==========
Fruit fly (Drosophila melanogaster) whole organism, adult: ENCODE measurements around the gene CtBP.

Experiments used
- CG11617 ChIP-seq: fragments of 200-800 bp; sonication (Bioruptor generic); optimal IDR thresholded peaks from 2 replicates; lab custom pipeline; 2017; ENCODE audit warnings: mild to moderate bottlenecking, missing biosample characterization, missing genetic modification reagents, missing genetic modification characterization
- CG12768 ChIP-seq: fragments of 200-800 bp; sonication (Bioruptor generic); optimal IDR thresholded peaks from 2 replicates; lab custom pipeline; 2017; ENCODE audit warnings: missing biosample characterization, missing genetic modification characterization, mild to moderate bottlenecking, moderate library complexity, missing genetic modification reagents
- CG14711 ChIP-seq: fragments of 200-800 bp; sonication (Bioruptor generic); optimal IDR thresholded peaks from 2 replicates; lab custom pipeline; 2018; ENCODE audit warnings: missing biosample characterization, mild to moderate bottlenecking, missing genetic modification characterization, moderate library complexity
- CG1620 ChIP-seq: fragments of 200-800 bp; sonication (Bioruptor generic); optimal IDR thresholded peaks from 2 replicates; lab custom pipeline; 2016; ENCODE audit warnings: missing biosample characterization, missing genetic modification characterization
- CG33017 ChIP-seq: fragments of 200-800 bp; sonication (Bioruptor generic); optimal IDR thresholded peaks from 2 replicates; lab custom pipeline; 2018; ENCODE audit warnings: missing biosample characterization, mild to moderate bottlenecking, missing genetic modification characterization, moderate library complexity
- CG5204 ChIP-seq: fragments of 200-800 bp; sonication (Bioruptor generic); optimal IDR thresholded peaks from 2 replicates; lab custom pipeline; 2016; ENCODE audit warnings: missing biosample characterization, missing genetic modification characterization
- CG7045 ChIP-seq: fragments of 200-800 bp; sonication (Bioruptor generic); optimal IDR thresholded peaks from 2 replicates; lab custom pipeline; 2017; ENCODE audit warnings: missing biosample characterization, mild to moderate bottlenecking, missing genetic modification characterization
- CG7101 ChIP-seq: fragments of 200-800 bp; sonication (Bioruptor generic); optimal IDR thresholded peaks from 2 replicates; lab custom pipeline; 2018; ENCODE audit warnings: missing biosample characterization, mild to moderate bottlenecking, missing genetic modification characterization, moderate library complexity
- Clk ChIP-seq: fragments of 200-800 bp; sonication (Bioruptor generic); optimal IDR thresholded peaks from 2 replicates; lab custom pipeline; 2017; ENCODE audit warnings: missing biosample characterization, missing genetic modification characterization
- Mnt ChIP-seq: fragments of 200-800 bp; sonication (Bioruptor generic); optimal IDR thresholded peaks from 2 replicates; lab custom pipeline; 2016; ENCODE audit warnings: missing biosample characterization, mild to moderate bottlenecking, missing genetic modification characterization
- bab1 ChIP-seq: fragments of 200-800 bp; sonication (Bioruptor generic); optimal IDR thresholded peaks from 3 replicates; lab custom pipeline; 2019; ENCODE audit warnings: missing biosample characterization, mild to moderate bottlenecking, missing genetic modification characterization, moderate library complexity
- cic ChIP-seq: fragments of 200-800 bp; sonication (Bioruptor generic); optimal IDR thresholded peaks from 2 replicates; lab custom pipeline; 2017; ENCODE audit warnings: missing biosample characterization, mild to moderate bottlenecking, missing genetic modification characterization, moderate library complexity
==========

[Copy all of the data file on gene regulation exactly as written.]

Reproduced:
Fruit fly (Drosophila melanogaster) whole organism, adult: ENCODE measurements around the gene CtBP.

Experiments used
- CG11617 ChIP-seq: fragments of 200-800 bp; sonication (Bioruptor generic); optimal IDR thresholded peaks from 2 replicates; lab custom pipeline; 2017; ENCODE audit warnings: mild to moderate bottlenecking, missing biosample characterization, missing genetic modification reagents, missing genetic modification characterization
- CG12768 ChIP-seq: fragments of 200-800 bp; sonication (Bioruptor generic); optimal IDR thresholded peaks from 2 replicates; lab custom pipeline; 2017; ENCODE audit warnings: missing biosample characterization, missing genetic modification characterization, mild to moderate bottlenecking, moderate library complexity, missing genetic modification reagents
- CG14711 ChIP-seq: fragments of 200-800 bp; sonication (Bioruptor generic); optimal IDR thresholded peaks from 2 replicates; lab custom pipeline; 2018; ENCODE audit warnings: missing biosample characterization, mild to moderate bottlenecking, missing genetic modification characterization, moderate library complexity
- CG1620 ChIP-seq: fragments of 200-800 bp; sonication (Bioruptor generic); optimal IDR thresholded peaks from 2 replicates; lab custom pipeline; 2016; ENCODE audit warnings: missing biosample characterization, missing genetic modification characterization
- CG33017 ChIP-seq: fragments of 200-800 bp; sonication (Bioruptor generic); optimal IDR thresholded peaks from 2 replicates; lab custom pipeline; 2018; ENCODE audit warnings: missing biosample characterization, mild to moderate bottlenecking, missing genetic modification characterization, moderate library complexity
- CG5204 ChIP-seq: fragments of 200-800 bp; sonication (Bioruptor generic); optimal IDR thresholded peaks from 2 replicates; lab custom pipeline; 2016; ENCODE audit warnings: missing biosample characterization, missing genetic modification characterization
- CG7045 ChIP-seq: fragments of 200-800 bp; sonication (Bioruptor generic); optimal IDR thresholded peaks from 2 replicates; lab custom pipeline; 2017; ENCODE audit warnings: missing biosample characterization, mild to moderate bottlenecking, missing genetic modification characterization
- CG7101 ChIP-seq: fragments of 200-800 bp; sonication (Bioruptor generic); optimal IDR thresholded peaks from 2 replicates; lab custom pipeline; 2018; ENCODE audit warnings: missing biosample characterization, mild to moderate bottlenecking, missing genetic modification characterization, moderate library complexity
- Clk ChIP-seq: fragments of 200-800 bp; sonication (Bioruptor generic); optimal IDR thresholded peaks from 2 replicates; lab custom pipeline; 2017; ENCODE audit warnings: missing biosample characterization, missing genetic modification characterization
- Mnt ChIP-seq: fragments of 200-800 bp; sonication (Bioruptor generic); optimal IDR thresholded peaks from 2 replicates; lab custom pipeline; 2016; ENCODE audit warnings: missing biosample characterization, mild to moderate bottlenecking, missing genetic modification characterization
- bab1 ChIP-seq: fragments of 200-800 bp; sonication (Bioruptor generic); optimal IDR thresholded peaks from 3 replicates; lab custom pipeline; 2019; ENCODE audit warnings: missing biosample characterization, mild to moderate bottlenecking, missing genetic modification characterization, moderate library complexity
- cic ChIP-seq: fragments of 200-800 bp; sonication (Bioruptor generic); optimal IDR thresholded peaks from 2 replicates; lab custom pipeline; 2017; ENCODE audit warnings: missing biosample characterization, mild to moderate bottlenecking, missing genetic modification characterization, moderate library complexity